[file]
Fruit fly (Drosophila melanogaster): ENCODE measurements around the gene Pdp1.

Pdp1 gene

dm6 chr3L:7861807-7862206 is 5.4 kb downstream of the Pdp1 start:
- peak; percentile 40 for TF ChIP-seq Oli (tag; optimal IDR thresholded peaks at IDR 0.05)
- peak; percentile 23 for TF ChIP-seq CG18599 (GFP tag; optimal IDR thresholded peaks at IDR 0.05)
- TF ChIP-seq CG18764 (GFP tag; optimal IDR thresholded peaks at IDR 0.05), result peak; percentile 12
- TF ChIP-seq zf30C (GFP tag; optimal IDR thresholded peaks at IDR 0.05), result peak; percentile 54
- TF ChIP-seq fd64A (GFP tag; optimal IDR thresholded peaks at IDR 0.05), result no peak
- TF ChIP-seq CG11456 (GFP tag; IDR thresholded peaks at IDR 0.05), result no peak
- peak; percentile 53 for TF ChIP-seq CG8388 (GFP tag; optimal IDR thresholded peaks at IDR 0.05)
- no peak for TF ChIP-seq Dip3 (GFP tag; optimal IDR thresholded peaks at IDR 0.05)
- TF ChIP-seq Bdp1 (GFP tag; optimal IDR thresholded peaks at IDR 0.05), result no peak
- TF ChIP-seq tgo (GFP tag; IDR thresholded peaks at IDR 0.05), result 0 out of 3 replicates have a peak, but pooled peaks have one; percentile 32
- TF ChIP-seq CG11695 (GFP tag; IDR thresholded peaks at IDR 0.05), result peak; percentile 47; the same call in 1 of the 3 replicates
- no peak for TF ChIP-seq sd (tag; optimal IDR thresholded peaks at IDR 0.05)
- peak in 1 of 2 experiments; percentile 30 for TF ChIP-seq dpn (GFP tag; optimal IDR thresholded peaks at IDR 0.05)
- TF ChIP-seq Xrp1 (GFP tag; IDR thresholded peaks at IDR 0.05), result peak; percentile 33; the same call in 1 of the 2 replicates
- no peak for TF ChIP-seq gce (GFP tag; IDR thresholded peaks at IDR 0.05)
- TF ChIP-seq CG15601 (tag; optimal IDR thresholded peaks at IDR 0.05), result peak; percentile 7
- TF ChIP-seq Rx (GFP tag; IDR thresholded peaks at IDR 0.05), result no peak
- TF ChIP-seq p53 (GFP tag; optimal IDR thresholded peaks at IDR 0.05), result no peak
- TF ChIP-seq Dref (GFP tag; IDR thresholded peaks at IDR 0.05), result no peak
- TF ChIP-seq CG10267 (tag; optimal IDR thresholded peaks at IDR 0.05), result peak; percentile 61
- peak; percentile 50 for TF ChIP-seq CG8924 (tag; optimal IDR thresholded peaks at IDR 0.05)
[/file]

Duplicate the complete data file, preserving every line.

Fruit fly (Drosophila melanogaster): ENCODE measurements around the gene Pdp1.

Pdp1 gene

dm6 chr3L:7861807-7862206 is 5.4 kb downstream of the Pdp1 start:
- peak; percentile 40 for TF ChIP-seq Oli (tag; optimal IDR thresholded peaks at IDR 0.05)
- peak; percentile 23 for TF ChIP-seq CG18599 (GFP tag; optimal IDR thresholded peaks at IDR 0.05)
- TF ChIP-seq CG18764 (GFP tag; optimal IDR thresholded peaks at IDR 0.05), result peak; percentile 12
- TF ChIP-seq zf30C (GFP tag; optimal IDR thresholded peaks at IDR 0.05), result peak; percentile 54
- TF ChIP-seq fd64A (GFP tag; optimal IDR thresholded peaks at IDR 0.05), result no peak
- TF ChIP-seq CG11456 (GFP tag; IDR thresholded peaks at IDR 0.05), result no peak
- peak; percentile 53 for TF ChIP-seq CG8388 (GFP tag; optimal IDR thresholded peaks at IDR 0.05)
- no peak for TF ChIP-seq Dip3 (GFP tag; optimal IDR thresholded peaks at IDR 0.05)
- TF ChIP-seq Bdp1 (GFP tag; optimal IDR thresholded peaks at IDR 0.05), result no peak
- TF ChIP-seq tgo (GFP tag; IDR thresholded peaks at IDR 0.05), result 0 out of 3 replicates have a peak, but pooled peaks have one; percentile 32
- TF ChIP-seq CG11695 (GFP tag; IDR thresholded peaks at IDR 0.05), result peak; percentile 47; the same call in 1 of the 3 replicates
- no peak for TF ChIP-seq sd (tag; optimal IDR thresholded peaks at IDR 0.05)
- peak in 1 of 2 experiments; percentile 30 for TF ChIP-seq dpn (GFP tag; optimal IDR thresholded peaks at IDR 0.05)
- TF ChIP-seq Xrp1 (GFP tag; IDR thresholded peaks at IDR 0.05), result peak; percentile 33; the same call in 1 of the 2 replicates
- no peak for TF ChIP-seq gce (GFP tag; IDR thresholded peaks at IDR 0.05)
- TF ChIP-seq CG15601 (tag; optimal IDR thresholded peaks at IDR 0.05), result peak; percentile 7
- TF ChIP-seq Rx (GFP tag; IDR thresholded peaks at IDR 0.05), result no peak
- TF ChIP-seq p53 (GFP tag; optimal IDR thresholded peaks at IDR 0.05), result no peak
- TF ChIP-seq Dref (GFP tag; IDR thresholded peaks at IDR 0.05), result no peak
- TF ChIP-seq CG10267 (tag; optimal IDR thresholded peaks at IDR 0.05), result peak; percentile 61
- peak; percentile 50 for TF ChIP-seq CG8924 (tag; optimal IDR thresholded peaks at IDR 0.05)